Denouncing the the White House's shameless use of false equivalency at a time of national crisis, CNN commentators Van Jones and Nina Turner call for truth from the administration.
Decrying the conservative disease of false equivalency and the refusal to forcefully condemn, by name, Nazi sympathizers and white supremacists who rampaged in Virginia on Saturday, CNN analyst Van Jones called for clarity and for the whole truth from Donald Trump.
"This is a day in which after an American citizen was assassinated in broad daylight by a Nazi. A Nazi," Jones stressed, after panelist Michael Caputo echoed Trump’s sentiment that "both sides" were to blame for the bloody mayhem in Charlottesville. "This not a time to talk about both sides."
Jones also pointed to Trump's familial connection to the issue, as his son-in-law, Jared Kushner, is Jewish, and his daughter Ivanka converted to Judaism prior to marrying Kushner.
Trump’s soft-peddling of the terror attack on Saturday, which left one person dead and 19 injured, has stunned observers on both sides of the political aisles, including his former communications director, who criticized Trump's response as being too weak and not carrying the proper moral weight.
And make no mistake, Trump’s tepid response to the bigoted violence in Virginia was noticed and repugnantly appreciated by the radical-right movement.
From the neo-Nazi site Daily Stormer in the wake of Trump’s comments yesterday: "He also refused to answer a question about White Nationalists supporting him. No condemnation at all. When asked to condemn, he just walked out of the room. Really, really good. God bless him."
Media Matters has described the Daily Stormer as "a virulently anti-Semitic website that celebrates Nazism, purports to document the 'Jewish Problem,' and attacks 'kikes.'"
And that is why it is so crucial for the president of the country to thoroughly denounce such violence. And why it is appalling and distressing that he refuses to do so.
JONES: You are correct that there is a problem of extremism in this country that cuts across. But this is a day in which — after an American citizen was assassinated in broad daylight by a Nazi. A Nazi, who the day before had been marching with torches down American streets saying anti-Jewish, anti-black stuff, and then an American — this not a time to talk about both sides! Both sides are not using ISIS tactics, mowing people down with cars in the streets of America. Both sides are not trying to defend a horrific — grandparents, great-grandparents, the people watching this show gave their lives to stop Nazism! Dr. King gave his life to stop the Klan. This is not a time to talk about both sides. Maybe tomorrow. Maybe the day after tomorrow.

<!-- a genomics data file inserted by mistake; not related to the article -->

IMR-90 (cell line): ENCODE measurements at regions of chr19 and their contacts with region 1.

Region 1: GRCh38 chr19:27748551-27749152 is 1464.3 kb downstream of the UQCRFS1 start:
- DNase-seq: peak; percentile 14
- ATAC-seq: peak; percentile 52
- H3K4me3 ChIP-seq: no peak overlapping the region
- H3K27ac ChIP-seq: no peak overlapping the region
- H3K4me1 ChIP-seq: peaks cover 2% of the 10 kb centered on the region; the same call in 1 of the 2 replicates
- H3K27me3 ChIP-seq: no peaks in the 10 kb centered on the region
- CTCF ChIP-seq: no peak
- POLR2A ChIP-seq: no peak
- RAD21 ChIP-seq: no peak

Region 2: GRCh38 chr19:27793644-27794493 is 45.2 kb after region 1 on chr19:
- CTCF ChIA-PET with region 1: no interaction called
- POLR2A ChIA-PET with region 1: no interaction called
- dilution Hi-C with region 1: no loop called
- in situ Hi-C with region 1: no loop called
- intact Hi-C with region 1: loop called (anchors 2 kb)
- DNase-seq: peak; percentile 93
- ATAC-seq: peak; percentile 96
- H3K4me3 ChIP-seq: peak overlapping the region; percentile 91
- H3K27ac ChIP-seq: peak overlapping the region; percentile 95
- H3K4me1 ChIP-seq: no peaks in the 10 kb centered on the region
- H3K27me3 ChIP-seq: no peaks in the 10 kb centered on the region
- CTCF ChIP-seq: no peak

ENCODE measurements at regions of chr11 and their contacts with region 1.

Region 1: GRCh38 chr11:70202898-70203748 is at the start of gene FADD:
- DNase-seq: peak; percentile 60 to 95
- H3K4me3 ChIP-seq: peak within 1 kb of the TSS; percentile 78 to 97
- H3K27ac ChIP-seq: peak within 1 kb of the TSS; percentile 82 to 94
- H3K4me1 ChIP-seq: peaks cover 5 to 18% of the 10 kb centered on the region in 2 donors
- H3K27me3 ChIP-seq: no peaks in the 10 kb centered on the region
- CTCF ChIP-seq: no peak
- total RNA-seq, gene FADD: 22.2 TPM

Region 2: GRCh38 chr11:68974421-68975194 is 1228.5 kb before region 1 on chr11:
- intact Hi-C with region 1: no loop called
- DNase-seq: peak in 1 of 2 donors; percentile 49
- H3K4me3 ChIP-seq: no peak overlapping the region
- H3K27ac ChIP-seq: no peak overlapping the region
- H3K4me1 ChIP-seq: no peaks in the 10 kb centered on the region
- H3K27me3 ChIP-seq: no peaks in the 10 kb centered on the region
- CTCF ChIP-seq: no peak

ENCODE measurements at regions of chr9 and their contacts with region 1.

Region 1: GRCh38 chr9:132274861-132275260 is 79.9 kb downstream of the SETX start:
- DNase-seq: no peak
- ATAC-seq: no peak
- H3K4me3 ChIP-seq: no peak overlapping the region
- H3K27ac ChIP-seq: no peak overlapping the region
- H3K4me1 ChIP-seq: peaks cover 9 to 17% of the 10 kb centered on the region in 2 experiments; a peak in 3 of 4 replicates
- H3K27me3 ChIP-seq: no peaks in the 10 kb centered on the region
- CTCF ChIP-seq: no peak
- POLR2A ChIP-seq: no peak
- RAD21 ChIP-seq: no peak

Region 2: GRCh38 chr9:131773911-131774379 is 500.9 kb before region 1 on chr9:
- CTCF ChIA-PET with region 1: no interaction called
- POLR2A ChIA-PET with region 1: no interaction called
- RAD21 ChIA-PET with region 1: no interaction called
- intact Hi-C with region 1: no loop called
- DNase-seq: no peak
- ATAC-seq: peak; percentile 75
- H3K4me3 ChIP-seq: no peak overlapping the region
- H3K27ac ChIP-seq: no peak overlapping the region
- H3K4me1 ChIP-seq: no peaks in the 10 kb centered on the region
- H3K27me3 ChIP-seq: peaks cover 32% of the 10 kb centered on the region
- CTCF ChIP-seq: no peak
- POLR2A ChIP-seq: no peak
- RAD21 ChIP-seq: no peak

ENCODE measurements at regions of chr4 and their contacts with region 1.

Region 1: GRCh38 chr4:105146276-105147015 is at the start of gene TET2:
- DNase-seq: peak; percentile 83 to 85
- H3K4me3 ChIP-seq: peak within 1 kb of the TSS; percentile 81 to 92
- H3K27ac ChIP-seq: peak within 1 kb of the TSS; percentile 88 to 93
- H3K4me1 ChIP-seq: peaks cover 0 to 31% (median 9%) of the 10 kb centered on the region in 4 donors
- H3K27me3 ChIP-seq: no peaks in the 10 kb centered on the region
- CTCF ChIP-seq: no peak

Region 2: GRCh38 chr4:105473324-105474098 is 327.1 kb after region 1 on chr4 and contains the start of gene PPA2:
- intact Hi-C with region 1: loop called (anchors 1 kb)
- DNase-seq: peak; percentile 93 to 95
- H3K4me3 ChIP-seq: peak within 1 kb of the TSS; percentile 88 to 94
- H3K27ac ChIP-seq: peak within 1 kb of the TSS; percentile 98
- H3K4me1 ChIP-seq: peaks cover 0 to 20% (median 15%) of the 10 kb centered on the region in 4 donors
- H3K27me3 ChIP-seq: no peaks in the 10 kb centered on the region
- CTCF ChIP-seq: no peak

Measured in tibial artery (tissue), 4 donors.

But the president of the United States needs to come out and say, 'My daughter is Jewish,' he could've said. If he's gonna go off-script, go off-script and say, 'My daughter's Jewish. My son-in-law is Jewish. I don't want this in my country.' Go off-script and say that! Don't go off-script and say, 'Many sides, many sides.' That sends a signal to people that this is alright, and it's not alright!
"I'm with Van on this," added Nina Turner, president of Our Revolution. "Both sides? No. There was only one side."
And she called out people who would try to play down the nation's history of racism, because this is a clear instance of how ignoring the past only dooms us to repeat it.
The president had a fine opportunity, Jake, and I think he still does. He needs to stand up and say, 'This was not by happenstance.' What those KKK-inspired riots did — it was very strategic to start at night, to have candle-lit torches in their hands, to march information in that way. It's very reminiscent of why the KKK came to life in the first place after the Civil War to reign terror down on African Americans.
And so, the president has to be very strong and cannot equivocate that racism and bigotry will not be tolerated. And I think I saw something that Bill [Kristol] said or wrote in a tweet, which is, 'I don't want your votes.' But this is the overtness of what they did, because we know that covertly racism and discrimination and bigotry still exist in this country, but the fact that these people feel so emboldened and folks want to talk about both sides? I'm with Van on this. Both sides? No. There was only one side.
And we gotta continue to have the people who believe in the promise of this country to continue to push or drag us forward, because we are a country of progress. And what we saw happen yesterday and the day before is very indicative, it's in the DNA of this country. So it always boggles my mind when people get up and say 'This is not what our country is about, this is not what we were founded on.' Oh no, we were founded on discrimination, racism, bigotry. and hatred. But the one thing that we can say is that we have been a nation of progress, and we are losing that progress right now in the 21st century.
The White House's response to this horrific, bigoted violence has left many across the country, and across the political spectrum, angry and disgusted.
But it is crucial to also listen to those being full-throated in their condemnations of Trump's weakness on the matter, to remind us that there are still many people working for the progress Turner spoke of, and who will not allow anyone — not a torch-wielding neo-Nazi nor the president — to succeed in hindering it.